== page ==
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The U.S. is currently above its debt limit of $31.4 trillion, meaning that when the current suspension of the limit expires in 2025, Congress will need to either increase the limit or suspend it again.

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General U.S. debt and presidents statistics

During Barack Obama’s presidency, the U.S. total outstanding debt increased by almost $8.34 trillion, the biggest dollar increase of any president. In terms of percentage change, Abraham Lincoln’s term had the highest increase at 2,860%, increasing the U.S. debt from about $90.6 million in 1861 to $2.68 billion in 1865 when he was assassinated.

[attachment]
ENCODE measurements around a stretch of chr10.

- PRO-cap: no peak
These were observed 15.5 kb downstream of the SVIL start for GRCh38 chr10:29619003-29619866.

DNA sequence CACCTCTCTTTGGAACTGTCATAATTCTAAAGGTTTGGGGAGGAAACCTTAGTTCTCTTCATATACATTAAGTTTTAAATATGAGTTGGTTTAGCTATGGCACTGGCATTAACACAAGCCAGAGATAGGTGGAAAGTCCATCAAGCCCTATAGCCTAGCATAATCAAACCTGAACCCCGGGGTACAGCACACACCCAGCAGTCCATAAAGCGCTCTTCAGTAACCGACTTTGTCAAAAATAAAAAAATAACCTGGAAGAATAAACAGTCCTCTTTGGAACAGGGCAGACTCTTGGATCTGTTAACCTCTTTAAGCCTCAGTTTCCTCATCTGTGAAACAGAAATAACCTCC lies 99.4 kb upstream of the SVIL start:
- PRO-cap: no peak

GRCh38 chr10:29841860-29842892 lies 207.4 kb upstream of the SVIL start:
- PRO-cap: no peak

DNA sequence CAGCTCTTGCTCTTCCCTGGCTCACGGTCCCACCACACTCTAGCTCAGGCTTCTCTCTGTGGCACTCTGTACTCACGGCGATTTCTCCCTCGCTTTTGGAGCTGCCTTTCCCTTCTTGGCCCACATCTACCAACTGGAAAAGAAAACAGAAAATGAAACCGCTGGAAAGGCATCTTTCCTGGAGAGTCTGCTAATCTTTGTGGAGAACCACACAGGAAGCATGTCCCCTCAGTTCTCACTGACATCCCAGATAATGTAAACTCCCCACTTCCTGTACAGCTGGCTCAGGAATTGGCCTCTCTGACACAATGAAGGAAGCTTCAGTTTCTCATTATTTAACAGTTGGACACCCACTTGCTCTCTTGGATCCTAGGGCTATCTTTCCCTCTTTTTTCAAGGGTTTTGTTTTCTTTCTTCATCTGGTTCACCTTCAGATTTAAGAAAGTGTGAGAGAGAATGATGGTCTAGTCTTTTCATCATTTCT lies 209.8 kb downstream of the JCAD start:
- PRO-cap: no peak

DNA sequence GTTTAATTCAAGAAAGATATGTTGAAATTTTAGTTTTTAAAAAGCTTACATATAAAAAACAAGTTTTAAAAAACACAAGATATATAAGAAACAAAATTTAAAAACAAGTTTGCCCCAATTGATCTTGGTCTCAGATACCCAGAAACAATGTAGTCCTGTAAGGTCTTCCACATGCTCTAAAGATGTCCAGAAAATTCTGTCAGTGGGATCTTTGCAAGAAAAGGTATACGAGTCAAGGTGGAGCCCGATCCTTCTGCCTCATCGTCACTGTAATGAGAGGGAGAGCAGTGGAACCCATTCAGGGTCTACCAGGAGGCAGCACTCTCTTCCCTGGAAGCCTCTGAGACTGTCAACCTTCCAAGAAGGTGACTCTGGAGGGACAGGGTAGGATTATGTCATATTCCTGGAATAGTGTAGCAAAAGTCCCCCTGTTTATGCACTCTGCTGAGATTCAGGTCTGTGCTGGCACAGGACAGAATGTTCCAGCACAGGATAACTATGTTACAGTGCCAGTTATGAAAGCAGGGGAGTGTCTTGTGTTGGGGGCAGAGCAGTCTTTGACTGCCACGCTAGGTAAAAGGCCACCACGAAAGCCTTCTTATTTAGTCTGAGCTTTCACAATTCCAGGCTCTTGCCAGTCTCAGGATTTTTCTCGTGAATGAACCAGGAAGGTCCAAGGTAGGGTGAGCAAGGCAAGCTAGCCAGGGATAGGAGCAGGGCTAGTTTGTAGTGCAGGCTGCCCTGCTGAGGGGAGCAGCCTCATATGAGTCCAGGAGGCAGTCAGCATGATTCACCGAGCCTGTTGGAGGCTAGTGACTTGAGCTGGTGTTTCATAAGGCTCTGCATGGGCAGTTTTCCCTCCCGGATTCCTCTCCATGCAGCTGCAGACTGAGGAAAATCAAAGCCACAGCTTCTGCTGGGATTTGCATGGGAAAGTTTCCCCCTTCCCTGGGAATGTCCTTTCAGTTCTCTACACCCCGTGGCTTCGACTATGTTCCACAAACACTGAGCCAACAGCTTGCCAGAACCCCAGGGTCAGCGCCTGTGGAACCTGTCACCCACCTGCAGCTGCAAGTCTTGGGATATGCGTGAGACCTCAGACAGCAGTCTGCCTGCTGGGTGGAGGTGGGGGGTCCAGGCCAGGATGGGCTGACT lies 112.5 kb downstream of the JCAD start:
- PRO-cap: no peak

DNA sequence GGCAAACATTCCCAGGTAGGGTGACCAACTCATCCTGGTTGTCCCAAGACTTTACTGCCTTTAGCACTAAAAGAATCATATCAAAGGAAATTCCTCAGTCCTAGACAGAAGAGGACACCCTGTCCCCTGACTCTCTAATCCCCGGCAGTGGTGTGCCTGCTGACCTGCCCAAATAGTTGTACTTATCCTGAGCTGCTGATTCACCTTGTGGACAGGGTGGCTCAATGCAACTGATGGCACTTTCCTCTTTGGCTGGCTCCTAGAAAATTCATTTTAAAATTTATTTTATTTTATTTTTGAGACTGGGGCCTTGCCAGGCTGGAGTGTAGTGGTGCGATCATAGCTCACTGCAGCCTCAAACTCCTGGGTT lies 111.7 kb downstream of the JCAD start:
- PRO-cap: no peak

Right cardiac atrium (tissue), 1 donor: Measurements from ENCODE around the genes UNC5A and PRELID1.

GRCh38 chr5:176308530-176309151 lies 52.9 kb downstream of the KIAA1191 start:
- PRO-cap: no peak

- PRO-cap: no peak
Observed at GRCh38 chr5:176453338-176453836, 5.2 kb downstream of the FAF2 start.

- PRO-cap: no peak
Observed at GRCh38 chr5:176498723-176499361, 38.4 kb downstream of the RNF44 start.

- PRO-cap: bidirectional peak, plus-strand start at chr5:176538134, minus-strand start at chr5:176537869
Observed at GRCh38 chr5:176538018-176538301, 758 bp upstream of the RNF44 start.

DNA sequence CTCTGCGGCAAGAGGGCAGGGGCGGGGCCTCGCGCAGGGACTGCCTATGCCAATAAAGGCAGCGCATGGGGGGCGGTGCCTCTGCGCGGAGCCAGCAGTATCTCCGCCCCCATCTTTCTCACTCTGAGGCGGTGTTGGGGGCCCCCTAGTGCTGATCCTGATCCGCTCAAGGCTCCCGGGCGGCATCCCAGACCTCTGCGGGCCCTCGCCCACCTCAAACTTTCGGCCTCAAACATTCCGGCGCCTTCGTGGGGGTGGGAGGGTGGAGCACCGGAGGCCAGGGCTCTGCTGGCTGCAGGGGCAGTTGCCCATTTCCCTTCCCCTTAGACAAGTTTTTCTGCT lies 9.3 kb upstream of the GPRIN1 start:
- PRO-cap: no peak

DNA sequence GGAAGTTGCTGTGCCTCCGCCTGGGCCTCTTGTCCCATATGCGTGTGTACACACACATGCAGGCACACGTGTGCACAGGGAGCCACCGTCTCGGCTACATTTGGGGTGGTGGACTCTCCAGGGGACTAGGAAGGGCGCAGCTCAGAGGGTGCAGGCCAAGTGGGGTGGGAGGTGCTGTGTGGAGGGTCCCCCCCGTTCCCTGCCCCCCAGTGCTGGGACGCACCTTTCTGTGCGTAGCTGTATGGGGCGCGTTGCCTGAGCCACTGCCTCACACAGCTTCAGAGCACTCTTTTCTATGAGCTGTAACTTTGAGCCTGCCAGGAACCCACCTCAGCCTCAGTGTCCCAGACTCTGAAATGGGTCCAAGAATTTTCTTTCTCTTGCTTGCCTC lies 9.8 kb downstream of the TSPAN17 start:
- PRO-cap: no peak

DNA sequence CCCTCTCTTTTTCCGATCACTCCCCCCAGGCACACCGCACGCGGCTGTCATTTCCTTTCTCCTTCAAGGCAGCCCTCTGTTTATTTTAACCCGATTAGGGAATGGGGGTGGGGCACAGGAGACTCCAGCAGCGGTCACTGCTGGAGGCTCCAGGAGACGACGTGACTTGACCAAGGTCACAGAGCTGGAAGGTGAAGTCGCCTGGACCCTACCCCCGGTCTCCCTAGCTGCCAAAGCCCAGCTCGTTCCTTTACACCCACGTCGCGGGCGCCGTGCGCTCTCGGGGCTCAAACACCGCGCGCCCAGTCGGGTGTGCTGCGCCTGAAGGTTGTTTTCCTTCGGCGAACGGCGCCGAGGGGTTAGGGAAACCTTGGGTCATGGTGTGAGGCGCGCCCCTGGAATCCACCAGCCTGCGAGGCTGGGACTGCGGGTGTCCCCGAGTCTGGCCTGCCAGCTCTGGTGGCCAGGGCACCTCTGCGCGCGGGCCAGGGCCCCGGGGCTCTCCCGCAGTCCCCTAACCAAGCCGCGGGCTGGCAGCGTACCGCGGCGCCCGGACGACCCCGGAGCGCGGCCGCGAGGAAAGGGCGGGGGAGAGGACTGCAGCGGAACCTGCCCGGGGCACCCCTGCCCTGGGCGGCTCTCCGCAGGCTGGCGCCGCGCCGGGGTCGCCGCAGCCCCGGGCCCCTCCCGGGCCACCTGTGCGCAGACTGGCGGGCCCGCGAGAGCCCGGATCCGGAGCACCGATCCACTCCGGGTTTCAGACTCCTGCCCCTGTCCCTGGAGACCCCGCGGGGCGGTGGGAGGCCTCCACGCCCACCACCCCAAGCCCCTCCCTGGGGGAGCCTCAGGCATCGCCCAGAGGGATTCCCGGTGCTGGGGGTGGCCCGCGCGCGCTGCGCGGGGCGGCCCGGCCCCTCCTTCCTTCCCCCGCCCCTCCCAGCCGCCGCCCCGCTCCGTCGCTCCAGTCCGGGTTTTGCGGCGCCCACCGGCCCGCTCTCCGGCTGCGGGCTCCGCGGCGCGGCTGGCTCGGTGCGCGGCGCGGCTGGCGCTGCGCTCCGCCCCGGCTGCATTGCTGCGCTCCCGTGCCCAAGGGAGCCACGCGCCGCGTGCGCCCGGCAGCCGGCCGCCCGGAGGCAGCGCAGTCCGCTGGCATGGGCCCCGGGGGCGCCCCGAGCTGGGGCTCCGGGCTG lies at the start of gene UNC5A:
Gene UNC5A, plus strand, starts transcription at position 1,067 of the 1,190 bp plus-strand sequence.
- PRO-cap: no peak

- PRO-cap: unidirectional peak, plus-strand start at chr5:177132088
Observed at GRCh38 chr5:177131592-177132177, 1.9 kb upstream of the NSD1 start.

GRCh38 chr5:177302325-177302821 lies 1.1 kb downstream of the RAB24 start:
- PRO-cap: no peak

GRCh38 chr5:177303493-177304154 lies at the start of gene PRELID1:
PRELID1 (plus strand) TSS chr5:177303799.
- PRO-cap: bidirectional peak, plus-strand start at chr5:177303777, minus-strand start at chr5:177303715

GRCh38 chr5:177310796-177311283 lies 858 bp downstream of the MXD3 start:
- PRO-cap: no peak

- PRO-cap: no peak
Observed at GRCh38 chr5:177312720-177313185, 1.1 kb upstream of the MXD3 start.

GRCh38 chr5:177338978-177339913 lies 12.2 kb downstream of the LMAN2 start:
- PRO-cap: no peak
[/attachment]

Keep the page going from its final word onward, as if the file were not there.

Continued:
Because of inflation, it should come as no surprise that nine of the top 10 debt-increasing presidents in dollar amounts are also the 10 most recent presidents. Franklin Roosevelt, who made the ninth largest debt increase, is the only president in the top 10 who was inaugurated before 1970.

The largest numeric decrease in U.S. national debt occurred during Calvin Coolidge’s presidency. From his inauguration in 1923 to Herbert Hoover’s in 1929, the U.S. debt decreased by $5.42 billion. Andrew Jackson oversaw the largest percentage decrease, however, a cut of about 99.4%.

Debt growth by recent presidents

Debt growth under President Biden